“A poppy is a mark of respect for the dead” by Stephen Grayson

I don’t believe that anyone should feel obliged to wear a poppy around the time of Remembrance Day and I think that, for instance, the way Jon Snow was treated last year when he refused to do so was outrageous. Any accusations levelled at an individual for a lack of patriotism are potentially dangerous, and historically hold sinister connotations.

That said, there is a reason that we still mark a day of remembrance on 11 November, and a reason that the poppy has remained the symbol of this. The First World War was a catastrophic global event in which millions of young men lost their lives. The phrase “they died that we might live” marks the memorial stones of many of these soldiers, and still resonates powerfully today, whether you agree with it or not.

WWI is now widely acknowledged to have been a disaster, and is not really celebrated as a great victory for Britain: what most people think of is the vast number of lives that were lost, and that is what Remembrance Day is all about. It is not a bloodthirsty celebration of war, rather it is a day to honour those who died in a war they knew little about and had little choice in.

In fairness, this point could be made more of: that our army in that war was conscripted, and that there is validity in the argument that more attention needs to be drawn to the way that young men were exploited and died needlessly. But wearing a poppy, while it does not proclaim these ideas, does not deny them, and it could be seen to be a mark of respect for those who were a drawn in to the conflict. Similarly, people who object to other, more recent wars being incorporated into Remembrance Day should remember that the poppy is not a political statement.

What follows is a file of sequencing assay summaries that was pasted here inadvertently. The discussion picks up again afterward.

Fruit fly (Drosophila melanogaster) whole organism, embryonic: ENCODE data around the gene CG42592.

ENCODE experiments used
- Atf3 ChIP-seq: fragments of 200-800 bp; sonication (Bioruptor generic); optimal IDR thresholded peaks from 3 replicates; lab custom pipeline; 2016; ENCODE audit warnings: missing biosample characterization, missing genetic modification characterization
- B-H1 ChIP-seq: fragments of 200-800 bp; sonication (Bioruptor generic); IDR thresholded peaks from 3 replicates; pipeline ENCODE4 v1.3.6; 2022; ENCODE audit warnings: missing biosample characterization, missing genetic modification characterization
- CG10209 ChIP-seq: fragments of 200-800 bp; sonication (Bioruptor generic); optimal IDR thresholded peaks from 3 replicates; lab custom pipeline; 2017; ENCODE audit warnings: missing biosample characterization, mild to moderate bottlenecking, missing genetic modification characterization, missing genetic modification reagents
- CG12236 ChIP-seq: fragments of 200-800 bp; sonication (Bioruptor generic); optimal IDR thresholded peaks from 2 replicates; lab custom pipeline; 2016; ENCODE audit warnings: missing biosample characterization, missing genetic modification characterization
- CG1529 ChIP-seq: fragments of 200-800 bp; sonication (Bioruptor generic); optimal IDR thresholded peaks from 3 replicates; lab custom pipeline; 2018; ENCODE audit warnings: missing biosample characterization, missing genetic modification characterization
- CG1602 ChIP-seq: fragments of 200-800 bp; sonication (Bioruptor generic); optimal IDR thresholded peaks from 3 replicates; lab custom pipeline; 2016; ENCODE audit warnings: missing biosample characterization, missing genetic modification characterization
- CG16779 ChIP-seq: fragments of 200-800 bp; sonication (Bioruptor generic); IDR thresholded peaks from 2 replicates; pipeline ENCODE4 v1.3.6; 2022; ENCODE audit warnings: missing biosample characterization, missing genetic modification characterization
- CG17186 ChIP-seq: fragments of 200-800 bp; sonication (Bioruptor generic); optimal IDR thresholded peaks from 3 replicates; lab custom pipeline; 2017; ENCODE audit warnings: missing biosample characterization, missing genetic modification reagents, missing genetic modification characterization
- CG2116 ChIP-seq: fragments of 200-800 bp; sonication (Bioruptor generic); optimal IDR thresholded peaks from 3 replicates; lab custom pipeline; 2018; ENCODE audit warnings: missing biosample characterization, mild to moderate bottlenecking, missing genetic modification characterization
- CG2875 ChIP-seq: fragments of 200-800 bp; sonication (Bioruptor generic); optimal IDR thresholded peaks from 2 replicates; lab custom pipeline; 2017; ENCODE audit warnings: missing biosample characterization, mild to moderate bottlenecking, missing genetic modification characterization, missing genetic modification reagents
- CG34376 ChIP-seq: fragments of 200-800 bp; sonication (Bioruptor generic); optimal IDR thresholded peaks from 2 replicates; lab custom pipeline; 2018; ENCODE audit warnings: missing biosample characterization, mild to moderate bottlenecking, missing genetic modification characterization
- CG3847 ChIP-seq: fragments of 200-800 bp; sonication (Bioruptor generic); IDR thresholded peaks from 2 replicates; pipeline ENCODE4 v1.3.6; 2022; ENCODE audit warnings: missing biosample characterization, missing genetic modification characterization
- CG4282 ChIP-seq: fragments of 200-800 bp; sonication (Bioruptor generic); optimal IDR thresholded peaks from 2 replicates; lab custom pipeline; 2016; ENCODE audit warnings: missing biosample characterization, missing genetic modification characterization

The wearing of poppies is not necessarily a civic duty, in that no one should be pressured into it, or made to feel like a bad person for not doing it, but it does have positive connotations that aren’t detracted from by people not wearing one.

The fact that we choose to celebrate Remembrance Day on 11 November, the day that WW1 ended, means that it is a celebration of peace, not of war; of the people who died fighting, not of the political battles won.

The poppy originally became a symbol of remembrance when thousands of them started growing on the battlefields of the Great War. People have always been struck by the poignancy of a red flower emerging from blood-stained ground. Its use connotes a sombre, serious reflection on the gravity of death in war, and this is something that anyone can engage with, regardless of political opinion.

No one who objects to British military presence in Afghanistan or Iraq would say that the soldiers who have died there deserve to be forgotten, and their lives degraded. Remembrance Day, by its very nature, acknowledges the horrors of war and allows us a chance to put aside our arguments and remember (that is all – not celebrate or glorify, but simply remember) those who have died as a result of it.

As I have said, there should be no obligation to wear a poppy on Remembrance Day, but I fully respect and understand anyone who decides to do so.

Get the best viral stories straight into your inbox!

Don't worry, we don't spam

One Comment

Leave a Reply

Join the Badger Team

Apply today!

Latest Posts

Union obliterates the debate – unwritten requirement used to shut down free speech debate
Campus News
707 views1